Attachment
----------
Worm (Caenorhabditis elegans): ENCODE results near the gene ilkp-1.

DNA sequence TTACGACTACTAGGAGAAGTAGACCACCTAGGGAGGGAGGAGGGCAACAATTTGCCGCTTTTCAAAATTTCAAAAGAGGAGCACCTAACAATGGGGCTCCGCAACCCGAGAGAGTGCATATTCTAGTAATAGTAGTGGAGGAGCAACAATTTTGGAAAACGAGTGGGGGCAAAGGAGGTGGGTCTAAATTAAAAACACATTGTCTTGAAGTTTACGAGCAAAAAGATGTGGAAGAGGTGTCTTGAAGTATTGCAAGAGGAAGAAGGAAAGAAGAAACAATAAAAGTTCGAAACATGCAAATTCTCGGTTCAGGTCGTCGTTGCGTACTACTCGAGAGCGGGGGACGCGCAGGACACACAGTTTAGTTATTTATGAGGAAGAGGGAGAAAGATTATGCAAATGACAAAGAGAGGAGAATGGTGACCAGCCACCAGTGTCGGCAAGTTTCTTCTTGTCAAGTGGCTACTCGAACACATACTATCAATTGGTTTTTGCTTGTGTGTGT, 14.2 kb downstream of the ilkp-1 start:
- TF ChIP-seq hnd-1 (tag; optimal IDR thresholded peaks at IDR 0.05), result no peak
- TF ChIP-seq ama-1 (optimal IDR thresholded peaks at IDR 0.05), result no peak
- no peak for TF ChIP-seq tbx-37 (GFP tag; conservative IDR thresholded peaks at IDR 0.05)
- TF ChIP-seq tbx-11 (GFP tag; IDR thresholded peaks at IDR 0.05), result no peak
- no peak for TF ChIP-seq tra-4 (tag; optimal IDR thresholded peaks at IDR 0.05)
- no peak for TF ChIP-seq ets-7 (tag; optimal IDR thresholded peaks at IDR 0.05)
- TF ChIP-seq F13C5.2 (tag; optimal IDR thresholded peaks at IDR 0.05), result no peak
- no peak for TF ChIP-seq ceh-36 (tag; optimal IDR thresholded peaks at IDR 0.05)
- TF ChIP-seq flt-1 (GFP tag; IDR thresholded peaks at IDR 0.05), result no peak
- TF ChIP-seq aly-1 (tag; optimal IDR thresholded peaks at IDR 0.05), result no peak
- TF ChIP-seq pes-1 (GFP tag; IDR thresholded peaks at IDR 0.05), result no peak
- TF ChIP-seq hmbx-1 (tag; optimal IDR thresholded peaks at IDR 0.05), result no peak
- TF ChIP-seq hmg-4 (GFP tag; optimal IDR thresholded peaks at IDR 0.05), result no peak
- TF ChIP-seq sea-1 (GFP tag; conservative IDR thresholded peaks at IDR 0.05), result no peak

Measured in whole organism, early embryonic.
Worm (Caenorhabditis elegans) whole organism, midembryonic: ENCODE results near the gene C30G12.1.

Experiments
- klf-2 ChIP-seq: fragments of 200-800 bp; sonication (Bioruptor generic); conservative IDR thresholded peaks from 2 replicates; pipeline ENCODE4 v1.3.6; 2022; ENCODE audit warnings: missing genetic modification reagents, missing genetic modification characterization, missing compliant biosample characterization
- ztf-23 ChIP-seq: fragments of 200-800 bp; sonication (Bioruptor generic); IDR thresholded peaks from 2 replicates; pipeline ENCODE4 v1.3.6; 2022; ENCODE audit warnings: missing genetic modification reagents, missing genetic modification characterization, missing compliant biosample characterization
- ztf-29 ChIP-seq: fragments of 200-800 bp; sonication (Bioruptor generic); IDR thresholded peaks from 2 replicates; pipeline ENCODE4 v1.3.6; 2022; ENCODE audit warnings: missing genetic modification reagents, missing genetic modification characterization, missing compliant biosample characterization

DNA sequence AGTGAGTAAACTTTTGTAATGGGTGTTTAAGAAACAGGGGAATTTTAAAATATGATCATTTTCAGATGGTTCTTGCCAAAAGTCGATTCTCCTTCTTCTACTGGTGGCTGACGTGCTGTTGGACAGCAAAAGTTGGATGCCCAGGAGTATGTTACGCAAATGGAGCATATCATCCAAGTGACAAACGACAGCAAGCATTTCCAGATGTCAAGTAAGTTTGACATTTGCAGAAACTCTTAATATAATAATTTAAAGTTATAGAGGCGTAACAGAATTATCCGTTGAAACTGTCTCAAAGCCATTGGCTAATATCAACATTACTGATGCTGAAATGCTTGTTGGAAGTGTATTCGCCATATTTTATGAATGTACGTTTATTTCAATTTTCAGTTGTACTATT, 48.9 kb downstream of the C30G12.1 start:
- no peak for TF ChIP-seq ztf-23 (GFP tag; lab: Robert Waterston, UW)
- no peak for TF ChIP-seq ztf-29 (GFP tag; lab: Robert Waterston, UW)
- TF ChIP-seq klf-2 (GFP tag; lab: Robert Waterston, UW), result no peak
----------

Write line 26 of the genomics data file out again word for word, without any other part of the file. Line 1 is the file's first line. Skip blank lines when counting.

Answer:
- TF ChIP-seq klf-2 (GFP tag; lab: Robert Waterston, UW), result no peak